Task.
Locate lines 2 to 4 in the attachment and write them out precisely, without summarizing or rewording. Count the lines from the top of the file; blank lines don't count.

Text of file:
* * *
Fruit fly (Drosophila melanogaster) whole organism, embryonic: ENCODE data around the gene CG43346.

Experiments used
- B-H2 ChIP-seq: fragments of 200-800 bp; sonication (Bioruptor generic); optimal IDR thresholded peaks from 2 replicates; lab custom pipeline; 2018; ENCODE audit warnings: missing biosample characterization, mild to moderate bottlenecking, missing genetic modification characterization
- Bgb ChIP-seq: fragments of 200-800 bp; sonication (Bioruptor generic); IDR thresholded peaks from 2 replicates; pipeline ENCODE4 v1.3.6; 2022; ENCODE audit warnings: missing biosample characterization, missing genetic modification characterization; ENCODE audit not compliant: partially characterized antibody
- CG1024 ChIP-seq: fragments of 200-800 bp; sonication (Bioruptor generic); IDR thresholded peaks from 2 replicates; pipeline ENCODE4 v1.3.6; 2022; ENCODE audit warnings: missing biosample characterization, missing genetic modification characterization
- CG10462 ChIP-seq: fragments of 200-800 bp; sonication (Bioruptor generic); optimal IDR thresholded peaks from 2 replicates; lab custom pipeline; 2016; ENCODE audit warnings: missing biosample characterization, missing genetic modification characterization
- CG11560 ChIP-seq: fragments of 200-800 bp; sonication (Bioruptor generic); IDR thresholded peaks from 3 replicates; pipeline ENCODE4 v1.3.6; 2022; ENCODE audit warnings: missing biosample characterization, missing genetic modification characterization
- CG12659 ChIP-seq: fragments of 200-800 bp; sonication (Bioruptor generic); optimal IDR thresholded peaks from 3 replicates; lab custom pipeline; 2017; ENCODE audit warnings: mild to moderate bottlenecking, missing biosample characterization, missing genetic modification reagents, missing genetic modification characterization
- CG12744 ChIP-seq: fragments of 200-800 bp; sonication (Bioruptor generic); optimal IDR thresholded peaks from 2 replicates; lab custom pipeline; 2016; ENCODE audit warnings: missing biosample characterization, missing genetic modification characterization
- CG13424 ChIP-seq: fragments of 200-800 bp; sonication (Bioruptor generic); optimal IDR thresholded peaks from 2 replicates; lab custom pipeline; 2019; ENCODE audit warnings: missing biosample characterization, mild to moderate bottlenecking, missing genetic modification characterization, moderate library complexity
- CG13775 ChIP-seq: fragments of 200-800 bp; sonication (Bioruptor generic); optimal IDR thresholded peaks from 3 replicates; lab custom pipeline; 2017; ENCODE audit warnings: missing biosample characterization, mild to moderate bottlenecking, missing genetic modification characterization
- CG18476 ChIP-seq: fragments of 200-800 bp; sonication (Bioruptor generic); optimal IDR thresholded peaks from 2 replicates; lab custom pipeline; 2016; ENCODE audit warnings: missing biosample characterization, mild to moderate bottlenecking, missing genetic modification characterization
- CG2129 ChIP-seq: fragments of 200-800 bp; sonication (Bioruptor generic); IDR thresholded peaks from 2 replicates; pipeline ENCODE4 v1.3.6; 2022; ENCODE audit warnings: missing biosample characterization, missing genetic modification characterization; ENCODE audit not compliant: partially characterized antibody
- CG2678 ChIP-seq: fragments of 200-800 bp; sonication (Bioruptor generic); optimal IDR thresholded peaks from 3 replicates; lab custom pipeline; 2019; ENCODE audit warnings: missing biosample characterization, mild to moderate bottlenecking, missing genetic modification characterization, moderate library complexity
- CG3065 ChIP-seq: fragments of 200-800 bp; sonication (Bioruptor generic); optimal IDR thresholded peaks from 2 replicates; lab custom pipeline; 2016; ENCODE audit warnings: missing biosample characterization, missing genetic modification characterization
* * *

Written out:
Experiments used
- B-H2 ChIP-seq: fragments of 200-800 bp; sonication (Bioruptor generic); optimal IDR thresholded peaks from 2 replicates; lab custom pipeline; 2018; ENCODE audit warnings: missing biosample characterization, mild to moderate bottlenecking, missing genetic modification characterization
- Bgb ChIP-seq: fragments of 200-800 bp; sonication (Bioruptor generic); IDR thresholded peaks from 2 replicates; pipeline ENCODE4 v1.3.6; 2022; ENCODE audit warnings: missing biosample characterization, missing genetic modification characterization; ENCODE audit not compliant: partially characterized antibody